The writeup should describe in detail what all of the fields do and why you coded them in the manner that you did. Do not just say, “I used an attractive field,” Go into detail. Plot graphs of what the field looks like and put those into the paper. Plot them individually (attractive, repulsive, tangential, and any others that you came up with) and together. Explain your tuning process and what alternative you considered.

You must also comment on your results for each of the test scenarios listed above. Do not just say “we won”. What cool behaviors have you been able to create in your implementation? How did you do against someone else's dumb agent?

You must report (briefly) on the results the “other group” had against you. Include their names to so that we can verify that everyone “passed off” against someone. Also give the names of the people you passed off against, again, make sure you say how you did.

Though the paper need not be very long, do a nice job and make it look professional. I sort of expect to see a couple of pages of text and many graphs of your fields. One of the best ways to get a professional looking paper nearly for free is to use LaTeX, so that is what I recommend. PDF files are always appreciated, Postscript, Word, and Open Office are fine as well.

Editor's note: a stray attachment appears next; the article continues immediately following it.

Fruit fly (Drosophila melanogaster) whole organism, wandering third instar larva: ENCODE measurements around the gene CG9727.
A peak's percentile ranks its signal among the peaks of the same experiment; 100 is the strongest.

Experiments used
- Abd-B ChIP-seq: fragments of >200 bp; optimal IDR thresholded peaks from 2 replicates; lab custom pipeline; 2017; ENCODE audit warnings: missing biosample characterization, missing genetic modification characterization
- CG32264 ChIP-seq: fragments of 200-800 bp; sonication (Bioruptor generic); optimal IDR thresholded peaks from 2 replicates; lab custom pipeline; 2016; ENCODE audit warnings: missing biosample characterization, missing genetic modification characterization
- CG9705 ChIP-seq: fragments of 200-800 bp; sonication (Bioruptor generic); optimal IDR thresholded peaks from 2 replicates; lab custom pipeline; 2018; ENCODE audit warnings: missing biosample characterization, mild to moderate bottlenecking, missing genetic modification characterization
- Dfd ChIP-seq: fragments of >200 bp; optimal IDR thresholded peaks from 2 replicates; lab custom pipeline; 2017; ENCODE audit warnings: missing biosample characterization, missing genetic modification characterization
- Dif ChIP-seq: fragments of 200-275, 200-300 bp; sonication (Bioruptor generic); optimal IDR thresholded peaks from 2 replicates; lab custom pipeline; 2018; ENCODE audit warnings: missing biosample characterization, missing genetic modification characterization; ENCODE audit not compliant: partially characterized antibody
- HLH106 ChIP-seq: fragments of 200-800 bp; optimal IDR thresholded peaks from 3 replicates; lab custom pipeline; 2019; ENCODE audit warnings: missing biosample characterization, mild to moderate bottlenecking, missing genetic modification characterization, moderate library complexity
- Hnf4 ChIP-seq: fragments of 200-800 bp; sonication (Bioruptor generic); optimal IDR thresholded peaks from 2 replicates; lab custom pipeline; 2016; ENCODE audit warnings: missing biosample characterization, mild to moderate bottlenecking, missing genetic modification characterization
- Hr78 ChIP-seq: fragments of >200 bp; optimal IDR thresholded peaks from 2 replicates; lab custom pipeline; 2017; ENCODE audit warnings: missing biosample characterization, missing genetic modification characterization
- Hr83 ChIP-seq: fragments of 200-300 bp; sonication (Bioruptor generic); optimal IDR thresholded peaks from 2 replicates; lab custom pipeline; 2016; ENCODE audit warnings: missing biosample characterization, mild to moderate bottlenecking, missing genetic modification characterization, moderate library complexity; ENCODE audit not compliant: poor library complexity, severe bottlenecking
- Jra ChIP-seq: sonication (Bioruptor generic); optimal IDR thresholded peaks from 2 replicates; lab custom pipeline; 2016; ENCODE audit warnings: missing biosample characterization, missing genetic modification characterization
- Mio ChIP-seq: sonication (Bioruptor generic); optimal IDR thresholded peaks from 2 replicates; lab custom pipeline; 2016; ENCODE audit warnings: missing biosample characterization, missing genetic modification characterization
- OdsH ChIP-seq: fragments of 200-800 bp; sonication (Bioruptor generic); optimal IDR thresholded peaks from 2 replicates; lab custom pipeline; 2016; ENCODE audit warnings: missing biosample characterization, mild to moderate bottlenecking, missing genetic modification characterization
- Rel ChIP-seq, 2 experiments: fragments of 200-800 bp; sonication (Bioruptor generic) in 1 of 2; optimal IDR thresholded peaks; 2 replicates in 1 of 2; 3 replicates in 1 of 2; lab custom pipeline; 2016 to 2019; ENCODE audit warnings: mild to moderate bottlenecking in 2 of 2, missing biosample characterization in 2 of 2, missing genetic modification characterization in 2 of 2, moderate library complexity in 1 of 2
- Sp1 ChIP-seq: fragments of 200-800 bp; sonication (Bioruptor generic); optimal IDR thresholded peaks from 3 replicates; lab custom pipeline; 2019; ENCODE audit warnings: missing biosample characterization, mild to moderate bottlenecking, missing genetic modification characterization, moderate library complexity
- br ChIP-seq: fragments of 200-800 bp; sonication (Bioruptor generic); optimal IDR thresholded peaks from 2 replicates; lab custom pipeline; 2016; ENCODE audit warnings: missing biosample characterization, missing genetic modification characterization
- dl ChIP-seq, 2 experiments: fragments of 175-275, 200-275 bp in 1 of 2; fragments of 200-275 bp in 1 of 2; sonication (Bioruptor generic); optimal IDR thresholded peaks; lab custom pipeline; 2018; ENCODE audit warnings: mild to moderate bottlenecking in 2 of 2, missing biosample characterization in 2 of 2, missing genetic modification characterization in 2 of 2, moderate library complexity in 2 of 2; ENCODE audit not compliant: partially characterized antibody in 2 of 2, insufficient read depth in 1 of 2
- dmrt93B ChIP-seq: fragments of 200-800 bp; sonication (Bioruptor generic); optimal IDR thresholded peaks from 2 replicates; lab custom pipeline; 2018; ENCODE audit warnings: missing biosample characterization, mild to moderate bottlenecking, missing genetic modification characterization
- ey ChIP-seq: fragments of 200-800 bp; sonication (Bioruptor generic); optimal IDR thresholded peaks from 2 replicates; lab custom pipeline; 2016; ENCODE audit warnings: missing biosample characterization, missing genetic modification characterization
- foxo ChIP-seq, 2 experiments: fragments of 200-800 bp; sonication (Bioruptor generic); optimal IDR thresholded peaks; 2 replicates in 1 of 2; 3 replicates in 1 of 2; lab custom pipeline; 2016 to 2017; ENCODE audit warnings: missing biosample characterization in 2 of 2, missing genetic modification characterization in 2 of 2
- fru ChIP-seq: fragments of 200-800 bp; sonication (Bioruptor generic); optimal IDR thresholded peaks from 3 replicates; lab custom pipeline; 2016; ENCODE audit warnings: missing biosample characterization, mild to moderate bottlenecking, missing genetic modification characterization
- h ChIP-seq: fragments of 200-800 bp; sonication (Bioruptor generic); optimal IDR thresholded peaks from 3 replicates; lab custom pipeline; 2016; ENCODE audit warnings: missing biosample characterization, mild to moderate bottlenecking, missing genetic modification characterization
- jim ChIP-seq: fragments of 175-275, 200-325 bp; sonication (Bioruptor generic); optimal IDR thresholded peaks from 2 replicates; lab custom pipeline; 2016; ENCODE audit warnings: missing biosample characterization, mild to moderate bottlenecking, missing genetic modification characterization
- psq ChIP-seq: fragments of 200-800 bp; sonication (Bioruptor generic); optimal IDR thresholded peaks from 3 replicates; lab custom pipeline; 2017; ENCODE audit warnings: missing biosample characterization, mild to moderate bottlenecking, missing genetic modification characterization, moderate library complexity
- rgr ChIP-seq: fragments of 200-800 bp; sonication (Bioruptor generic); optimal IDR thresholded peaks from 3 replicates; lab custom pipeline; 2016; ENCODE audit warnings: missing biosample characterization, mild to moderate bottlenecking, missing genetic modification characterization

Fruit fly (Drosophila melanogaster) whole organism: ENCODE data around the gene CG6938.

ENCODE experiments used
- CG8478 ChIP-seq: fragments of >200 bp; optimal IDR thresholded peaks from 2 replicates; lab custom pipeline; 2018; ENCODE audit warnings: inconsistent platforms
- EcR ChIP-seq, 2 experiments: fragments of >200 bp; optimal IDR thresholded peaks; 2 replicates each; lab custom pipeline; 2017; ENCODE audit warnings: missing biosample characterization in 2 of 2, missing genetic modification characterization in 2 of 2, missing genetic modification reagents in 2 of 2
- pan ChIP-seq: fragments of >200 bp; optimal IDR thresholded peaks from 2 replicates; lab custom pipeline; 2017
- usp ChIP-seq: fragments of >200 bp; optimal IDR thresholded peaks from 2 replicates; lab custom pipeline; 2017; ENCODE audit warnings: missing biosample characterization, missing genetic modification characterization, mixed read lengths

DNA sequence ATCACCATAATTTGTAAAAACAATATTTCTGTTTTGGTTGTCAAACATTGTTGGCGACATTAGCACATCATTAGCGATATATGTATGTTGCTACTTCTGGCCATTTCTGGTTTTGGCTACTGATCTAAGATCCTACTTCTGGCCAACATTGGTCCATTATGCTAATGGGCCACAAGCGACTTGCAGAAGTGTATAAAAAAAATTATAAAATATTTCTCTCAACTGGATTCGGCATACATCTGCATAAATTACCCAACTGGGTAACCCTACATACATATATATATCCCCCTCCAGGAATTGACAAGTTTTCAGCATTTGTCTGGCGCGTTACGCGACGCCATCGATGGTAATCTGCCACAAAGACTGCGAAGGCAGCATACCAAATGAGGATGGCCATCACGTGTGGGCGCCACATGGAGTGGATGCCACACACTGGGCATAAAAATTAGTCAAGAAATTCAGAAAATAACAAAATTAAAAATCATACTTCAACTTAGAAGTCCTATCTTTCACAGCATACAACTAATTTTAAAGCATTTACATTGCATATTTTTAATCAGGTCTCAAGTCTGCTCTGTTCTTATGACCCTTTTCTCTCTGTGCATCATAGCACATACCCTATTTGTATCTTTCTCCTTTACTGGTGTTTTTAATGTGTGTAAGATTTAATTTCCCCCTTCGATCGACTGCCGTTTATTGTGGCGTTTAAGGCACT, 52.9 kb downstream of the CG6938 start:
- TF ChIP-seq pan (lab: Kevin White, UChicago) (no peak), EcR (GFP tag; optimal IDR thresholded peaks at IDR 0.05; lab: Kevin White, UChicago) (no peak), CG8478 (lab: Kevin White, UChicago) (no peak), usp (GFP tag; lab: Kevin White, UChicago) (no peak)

The lab will be graded out of 100 points, with break downs in the following way:

  • 10 points for coding the Dumb Agent and getting it working (i.e., if you get nothing else done except for the Dumb Agent, you get 10 points)
  • 50 points for the potential fields implementation and description
    • 30 points for the writeup and implementation of each of the three types of fields (why you picked what you did, and how you did it)
    • 15 points for graphs of the potential fields
    • 5 points for a description of the tuning process for your potential fields
  • 40 points for testing your agents
    • 15 points for the three tests that are done on your own
    • 25 points for the three tests against another team and your description of them (which is a longer description than the previous three tests)

Failing to follow directions in other areas (like saying how much time was spent and submitting code) will take away points.


Thanks to Chris Monson, Andrew McNabb, David Wingate and Kirt Lillywhite

cs-470/potential-fields-lab.txt · Last modified: 2015/01/06 14:45 by ryancha